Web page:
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"Right now, I don't think the odds are very good," John Schneider said of Seattle trading Richard Sherman. (AP)
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John Schneider: Seahawks open to trading Richard Sherman, but ‘I don’t think the odds are very good’

"Right now, I don't think the odds are very good," John Schneider said of Seattle trading Richard Sherman. (AP)
LISTEN: John Schneider says odds are against Seahawks trading Richard Sherman

Seahawks general manager John Schneider told 710 ESPN Seattle’s “Danny, Dave and Moore” on Thursday that while the team is still open to trading cornerback Richard Sherman, it doesn’t seem likely to happen.

“We have a lot of respect for Richard, Richard has a lot of respect for us and we’re constantly communicating,” Schneider said. “Right now, I don’t think the odds are very good, but if somebody comes cruising along and something happens and we do something, it happens.”

Schneider was speaking from the annual Prime Time celebrity waiter event for Ben’s Fund, a charity that supports families with children on the autism spectrum. His comments about Sherman begin at the 12:04 mark of the audio embedded atop this post. It can also be found here.

Schneider stressed that there’s no animus between Sherman and the organization, contrary to what some might assume based on the cornerback’s tumultuous 2016 season and the unusual public candor which which Schneider and coach Pete Carroll have discussed a possible trade.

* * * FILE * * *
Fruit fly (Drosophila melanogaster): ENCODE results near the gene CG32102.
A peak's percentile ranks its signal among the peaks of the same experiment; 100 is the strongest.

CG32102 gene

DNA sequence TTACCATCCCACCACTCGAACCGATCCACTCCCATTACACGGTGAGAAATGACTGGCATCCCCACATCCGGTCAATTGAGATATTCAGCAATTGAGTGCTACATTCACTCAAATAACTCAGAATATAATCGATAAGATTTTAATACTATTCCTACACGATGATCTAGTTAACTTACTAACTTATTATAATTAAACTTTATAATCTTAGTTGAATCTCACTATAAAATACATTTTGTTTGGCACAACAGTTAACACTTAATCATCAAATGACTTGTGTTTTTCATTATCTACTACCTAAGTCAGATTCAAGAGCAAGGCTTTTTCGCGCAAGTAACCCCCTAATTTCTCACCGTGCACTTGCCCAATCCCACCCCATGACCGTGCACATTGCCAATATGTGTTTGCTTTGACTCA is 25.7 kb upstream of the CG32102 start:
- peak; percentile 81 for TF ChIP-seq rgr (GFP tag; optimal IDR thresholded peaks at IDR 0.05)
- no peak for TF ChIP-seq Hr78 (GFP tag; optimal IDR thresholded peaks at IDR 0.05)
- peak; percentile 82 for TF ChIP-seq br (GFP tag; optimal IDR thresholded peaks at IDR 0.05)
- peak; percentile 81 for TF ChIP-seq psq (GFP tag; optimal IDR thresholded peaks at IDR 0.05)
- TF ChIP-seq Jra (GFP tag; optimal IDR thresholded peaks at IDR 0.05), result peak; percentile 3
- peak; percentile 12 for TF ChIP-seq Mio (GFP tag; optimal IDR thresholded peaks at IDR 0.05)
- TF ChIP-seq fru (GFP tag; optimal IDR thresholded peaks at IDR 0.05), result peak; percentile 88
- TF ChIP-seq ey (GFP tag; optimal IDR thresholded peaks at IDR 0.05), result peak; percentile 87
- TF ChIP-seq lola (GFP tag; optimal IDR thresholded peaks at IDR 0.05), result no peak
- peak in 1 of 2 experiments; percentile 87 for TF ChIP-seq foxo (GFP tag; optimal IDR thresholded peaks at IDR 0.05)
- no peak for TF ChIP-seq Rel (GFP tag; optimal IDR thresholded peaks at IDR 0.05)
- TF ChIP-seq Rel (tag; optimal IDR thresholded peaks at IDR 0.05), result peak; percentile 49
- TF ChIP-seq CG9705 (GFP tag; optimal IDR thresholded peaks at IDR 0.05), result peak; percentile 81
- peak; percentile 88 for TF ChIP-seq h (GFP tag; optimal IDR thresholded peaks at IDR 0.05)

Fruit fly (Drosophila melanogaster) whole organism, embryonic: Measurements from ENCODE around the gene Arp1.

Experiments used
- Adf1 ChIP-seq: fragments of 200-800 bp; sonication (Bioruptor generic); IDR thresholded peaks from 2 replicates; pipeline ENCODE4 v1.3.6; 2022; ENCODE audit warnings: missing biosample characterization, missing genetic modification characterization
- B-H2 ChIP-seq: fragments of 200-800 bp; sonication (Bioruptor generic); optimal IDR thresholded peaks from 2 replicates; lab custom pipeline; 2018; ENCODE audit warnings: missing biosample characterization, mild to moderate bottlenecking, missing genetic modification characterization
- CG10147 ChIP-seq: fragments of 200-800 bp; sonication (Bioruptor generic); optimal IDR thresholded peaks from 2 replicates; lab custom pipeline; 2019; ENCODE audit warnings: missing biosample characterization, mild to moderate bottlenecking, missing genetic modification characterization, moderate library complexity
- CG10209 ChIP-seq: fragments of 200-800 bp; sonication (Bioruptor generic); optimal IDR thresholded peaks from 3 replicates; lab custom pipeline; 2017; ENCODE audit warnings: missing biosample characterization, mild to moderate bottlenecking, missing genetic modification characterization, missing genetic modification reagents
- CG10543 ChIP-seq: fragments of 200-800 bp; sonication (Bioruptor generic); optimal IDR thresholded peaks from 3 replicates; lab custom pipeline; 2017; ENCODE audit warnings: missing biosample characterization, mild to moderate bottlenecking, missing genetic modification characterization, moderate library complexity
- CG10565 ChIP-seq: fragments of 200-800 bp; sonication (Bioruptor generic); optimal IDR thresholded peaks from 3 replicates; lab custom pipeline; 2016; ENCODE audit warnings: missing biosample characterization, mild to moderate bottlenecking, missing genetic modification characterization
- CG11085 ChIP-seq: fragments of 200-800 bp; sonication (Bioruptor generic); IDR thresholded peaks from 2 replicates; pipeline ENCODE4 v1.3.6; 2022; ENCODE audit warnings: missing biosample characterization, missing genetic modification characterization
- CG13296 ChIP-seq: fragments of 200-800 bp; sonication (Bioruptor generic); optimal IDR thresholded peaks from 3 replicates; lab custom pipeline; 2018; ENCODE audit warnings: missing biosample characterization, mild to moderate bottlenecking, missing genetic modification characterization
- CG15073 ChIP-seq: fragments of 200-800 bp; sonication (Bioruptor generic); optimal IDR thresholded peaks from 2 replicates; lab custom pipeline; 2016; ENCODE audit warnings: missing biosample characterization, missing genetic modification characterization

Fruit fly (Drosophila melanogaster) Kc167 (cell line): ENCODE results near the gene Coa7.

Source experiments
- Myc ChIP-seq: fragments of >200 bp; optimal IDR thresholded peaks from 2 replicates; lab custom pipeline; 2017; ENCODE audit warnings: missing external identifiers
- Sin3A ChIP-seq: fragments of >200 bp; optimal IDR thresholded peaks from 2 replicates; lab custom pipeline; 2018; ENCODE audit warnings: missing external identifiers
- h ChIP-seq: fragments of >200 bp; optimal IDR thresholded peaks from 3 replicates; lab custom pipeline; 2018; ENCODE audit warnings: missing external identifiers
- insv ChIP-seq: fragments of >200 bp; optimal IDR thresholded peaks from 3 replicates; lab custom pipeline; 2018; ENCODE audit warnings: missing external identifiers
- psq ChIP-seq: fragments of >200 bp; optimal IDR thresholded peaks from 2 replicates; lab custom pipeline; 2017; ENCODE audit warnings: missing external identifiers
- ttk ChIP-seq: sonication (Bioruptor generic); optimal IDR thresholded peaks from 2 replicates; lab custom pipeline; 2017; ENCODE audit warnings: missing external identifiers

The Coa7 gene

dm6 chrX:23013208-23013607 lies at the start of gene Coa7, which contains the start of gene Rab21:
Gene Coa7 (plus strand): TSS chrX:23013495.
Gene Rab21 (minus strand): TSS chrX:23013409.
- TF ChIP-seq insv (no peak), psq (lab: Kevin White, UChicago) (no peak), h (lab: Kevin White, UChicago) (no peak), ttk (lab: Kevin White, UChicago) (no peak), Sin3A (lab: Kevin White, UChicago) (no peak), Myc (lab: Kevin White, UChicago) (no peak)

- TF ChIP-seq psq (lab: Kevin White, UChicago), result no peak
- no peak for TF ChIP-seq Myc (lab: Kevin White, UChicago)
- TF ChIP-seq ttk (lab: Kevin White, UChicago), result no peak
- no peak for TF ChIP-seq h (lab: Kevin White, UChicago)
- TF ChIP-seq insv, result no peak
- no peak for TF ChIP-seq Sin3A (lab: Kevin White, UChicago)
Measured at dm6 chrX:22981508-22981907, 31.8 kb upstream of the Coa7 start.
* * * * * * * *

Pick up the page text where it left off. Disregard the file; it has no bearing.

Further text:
That began at the owners’ meetings in March, when Schneider and Carroll acknowledged that they’ve listened to teams interested in trading for Sherman while characterizing it as not necessarily likely. It continued with comments from Schneider to 710 ESPN Seattle’s “Brock and Salk” earlier this month in which he confirmed that the talk of a possible trade is real “on both sides” and said the team and Sherman have open lines of communication on the matter.

“We have a great relationship,” Schneider said Thursday. “We have constant communication with him. I talked to him this evening. So it’s cool. Everything’s fine, and I just think that the only reason we would do it to basically create some cap room and try to become a younger football team. But that’s just one option.”

Sherman turned 29 in March and is due a total of $22.431 million in salary over the final two years of his contract.

Asked about the report from ESPN’s Adam Schefter that Sherman initiated the situation by asking for a trade, Schneider didn’t deny it but said it wasn’t as though Sherman barged through his door demanding it.

“It’s not that. It just doesn’t work that way,” Schneider said. “The way I would answer it is that we just have just this dialogue with guys all the time. And I think he’d admit that he had a rough year. So he’s looking for maybe a new spark and he’s either going to find that here in Seattle or he would find it somewhere else, but odds are he’s going to find it here.”